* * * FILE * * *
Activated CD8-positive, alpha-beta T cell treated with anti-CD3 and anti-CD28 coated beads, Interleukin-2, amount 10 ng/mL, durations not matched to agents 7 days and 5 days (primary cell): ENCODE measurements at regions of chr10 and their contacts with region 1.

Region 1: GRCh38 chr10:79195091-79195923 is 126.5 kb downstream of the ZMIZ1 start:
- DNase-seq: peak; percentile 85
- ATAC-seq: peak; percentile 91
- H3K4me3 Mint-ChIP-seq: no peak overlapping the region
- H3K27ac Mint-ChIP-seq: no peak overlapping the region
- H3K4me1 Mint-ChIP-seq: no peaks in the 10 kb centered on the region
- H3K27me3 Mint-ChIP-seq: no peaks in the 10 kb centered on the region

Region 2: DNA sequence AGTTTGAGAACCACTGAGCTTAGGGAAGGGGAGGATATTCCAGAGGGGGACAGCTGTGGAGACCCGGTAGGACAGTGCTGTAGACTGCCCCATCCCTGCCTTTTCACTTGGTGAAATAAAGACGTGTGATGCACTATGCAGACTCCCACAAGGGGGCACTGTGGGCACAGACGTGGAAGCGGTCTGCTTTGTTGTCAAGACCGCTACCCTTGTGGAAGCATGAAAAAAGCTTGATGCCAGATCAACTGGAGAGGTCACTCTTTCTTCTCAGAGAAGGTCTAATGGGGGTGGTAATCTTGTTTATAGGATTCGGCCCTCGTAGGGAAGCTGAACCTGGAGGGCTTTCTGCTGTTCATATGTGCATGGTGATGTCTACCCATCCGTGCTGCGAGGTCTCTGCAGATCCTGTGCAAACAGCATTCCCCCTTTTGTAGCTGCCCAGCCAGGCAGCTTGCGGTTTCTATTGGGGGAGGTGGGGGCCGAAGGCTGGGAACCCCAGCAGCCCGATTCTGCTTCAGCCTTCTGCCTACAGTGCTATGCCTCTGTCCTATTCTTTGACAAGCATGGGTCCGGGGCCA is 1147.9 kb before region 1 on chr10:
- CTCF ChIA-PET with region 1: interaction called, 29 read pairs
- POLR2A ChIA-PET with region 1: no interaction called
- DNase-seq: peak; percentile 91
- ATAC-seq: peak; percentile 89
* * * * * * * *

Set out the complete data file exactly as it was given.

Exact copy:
Activated CD8-positive, alpha-beta T cell treated with anti-CD3 and anti-CD28 coated beads, Interleukin-2, amount 10 ng/mL, durations not matched to agents 7 days and 5 days (primary cell): ENCODE measurements at regions of chr10 and their contacts with region 1.

Region 1: GRCh38 chr10:79195091-79195923 is 126.5 kb downstream of the ZMIZ1 start:
- DNase-seq: peak; percentile 85
- ATAC-seq: peak; percentile 91
- H3K4me3 Mint-ChIP-seq: no peak overlapping the region
- H3K27ac Mint-ChIP-seq: no peak overlapping the region
- H3K4me1 Mint-ChIP-seq: no peaks in the 10 kb centered on the region
- H3K27me3 Mint-ChIP-seq: no peaks in the 10 kb centered on the region

Region 2: DNA sequence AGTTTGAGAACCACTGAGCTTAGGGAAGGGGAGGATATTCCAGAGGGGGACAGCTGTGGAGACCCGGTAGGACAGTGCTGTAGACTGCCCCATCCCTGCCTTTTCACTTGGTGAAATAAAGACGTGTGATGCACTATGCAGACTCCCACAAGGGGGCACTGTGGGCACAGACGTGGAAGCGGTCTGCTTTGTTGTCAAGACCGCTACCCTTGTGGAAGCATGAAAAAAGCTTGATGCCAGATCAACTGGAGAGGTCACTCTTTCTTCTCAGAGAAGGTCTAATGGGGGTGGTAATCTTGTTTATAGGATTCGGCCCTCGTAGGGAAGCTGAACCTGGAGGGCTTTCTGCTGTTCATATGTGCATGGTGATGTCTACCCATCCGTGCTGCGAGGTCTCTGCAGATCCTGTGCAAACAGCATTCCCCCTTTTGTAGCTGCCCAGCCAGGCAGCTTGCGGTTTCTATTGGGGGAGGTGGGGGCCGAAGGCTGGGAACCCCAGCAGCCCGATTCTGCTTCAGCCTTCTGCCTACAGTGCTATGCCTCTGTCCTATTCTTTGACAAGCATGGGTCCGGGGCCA is 1147.9 kb before region 1 on chr10:
- CTCF ChIA-PET with region 1: interaction called, 29 read pairs
- POLR2A ChIA-PET with region 1: no interaction called
- DNase-seq: peak; percentile 91
- ATAC-seq: peak; percentile 89